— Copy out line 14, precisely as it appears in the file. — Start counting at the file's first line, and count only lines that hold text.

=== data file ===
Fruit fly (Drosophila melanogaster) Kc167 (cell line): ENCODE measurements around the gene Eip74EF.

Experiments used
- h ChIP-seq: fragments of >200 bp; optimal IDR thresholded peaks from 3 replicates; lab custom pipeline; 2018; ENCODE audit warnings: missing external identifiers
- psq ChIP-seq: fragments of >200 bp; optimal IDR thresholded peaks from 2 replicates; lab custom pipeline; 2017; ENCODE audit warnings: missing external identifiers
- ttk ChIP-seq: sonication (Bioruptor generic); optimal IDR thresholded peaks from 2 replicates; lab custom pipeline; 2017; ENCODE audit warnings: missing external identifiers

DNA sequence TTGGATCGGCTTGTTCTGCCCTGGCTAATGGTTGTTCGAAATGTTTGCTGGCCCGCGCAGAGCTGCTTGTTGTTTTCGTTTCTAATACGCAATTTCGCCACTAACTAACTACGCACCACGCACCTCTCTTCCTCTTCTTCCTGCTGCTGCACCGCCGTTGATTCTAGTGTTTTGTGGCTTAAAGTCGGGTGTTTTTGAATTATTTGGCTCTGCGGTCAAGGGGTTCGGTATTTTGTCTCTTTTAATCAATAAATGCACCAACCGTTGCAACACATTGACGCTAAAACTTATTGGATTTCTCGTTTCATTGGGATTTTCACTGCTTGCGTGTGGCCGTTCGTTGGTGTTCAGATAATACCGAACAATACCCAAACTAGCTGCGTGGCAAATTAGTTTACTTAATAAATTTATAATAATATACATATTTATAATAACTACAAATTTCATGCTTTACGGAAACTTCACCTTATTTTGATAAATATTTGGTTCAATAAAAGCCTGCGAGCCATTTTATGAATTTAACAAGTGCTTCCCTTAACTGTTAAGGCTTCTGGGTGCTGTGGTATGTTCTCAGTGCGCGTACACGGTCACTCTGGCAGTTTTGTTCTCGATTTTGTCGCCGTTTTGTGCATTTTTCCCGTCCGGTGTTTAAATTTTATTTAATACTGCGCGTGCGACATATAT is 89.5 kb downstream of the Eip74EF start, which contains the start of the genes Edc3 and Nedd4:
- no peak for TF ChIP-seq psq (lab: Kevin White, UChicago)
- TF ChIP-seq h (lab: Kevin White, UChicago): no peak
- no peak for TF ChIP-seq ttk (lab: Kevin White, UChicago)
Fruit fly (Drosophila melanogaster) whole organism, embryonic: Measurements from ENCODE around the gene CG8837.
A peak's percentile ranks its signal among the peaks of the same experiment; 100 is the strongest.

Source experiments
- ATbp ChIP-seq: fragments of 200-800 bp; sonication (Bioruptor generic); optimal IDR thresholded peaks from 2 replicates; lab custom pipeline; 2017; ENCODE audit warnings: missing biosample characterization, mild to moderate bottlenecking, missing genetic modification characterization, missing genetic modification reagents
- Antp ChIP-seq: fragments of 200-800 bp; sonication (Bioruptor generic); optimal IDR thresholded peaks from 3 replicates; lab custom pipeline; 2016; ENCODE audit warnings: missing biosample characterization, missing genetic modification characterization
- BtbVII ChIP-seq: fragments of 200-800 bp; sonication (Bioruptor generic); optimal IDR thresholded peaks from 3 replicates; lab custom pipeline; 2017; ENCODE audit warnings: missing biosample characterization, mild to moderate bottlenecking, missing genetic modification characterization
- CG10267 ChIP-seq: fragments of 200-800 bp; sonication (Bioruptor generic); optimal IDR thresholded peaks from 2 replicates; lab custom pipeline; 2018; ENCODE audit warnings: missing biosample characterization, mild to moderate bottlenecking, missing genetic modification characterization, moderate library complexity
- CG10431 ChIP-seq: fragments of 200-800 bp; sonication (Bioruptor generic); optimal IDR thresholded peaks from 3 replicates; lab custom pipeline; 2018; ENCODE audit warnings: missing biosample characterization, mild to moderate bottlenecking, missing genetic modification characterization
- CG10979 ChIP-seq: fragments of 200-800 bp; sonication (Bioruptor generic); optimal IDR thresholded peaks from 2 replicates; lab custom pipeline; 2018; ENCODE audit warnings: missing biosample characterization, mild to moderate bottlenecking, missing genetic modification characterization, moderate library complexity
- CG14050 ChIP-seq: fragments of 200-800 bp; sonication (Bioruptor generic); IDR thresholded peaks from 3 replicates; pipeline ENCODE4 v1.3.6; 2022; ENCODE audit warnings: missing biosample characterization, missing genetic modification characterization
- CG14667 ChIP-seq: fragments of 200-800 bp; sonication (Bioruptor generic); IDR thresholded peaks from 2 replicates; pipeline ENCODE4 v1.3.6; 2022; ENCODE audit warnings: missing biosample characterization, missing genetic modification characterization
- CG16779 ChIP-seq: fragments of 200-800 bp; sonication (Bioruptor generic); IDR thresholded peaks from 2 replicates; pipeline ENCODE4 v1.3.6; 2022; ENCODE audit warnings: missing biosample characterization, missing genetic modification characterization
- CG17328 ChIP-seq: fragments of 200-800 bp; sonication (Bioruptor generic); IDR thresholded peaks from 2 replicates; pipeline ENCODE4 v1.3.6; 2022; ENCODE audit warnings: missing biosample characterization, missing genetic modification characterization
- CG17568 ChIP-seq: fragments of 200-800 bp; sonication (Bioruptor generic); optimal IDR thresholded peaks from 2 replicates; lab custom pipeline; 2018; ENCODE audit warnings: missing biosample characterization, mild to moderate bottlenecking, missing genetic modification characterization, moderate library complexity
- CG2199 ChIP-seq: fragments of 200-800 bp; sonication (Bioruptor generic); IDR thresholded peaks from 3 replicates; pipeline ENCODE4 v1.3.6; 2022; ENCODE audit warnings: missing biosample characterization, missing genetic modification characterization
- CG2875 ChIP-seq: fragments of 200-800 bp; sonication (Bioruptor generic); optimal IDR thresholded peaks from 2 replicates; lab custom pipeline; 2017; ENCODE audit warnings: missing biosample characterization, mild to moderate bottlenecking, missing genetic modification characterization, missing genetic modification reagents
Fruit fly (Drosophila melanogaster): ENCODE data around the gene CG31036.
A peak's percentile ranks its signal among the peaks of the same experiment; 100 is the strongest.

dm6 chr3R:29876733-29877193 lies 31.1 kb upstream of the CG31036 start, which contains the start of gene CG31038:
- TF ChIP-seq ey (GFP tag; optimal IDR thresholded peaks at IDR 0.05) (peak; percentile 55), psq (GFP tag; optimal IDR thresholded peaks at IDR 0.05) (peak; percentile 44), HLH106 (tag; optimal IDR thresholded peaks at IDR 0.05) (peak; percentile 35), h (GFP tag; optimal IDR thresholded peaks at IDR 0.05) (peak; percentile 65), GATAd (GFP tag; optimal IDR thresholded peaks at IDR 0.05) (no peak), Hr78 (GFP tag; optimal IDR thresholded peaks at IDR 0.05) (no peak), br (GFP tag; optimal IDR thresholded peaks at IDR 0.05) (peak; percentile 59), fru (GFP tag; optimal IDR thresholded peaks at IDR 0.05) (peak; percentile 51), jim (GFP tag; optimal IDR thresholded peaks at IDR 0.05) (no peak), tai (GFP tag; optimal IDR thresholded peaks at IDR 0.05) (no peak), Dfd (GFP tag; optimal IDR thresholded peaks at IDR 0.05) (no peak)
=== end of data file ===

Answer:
- Antp ChIP-seq: fragments of 200-800 bp; sonication (Bioruptor generic); optimal IDR thresholded peaks from 3 replicates; lab custom pipeline; 2016; ENCODE audit warnings: missing biosample characterization, missing genetic modification characterization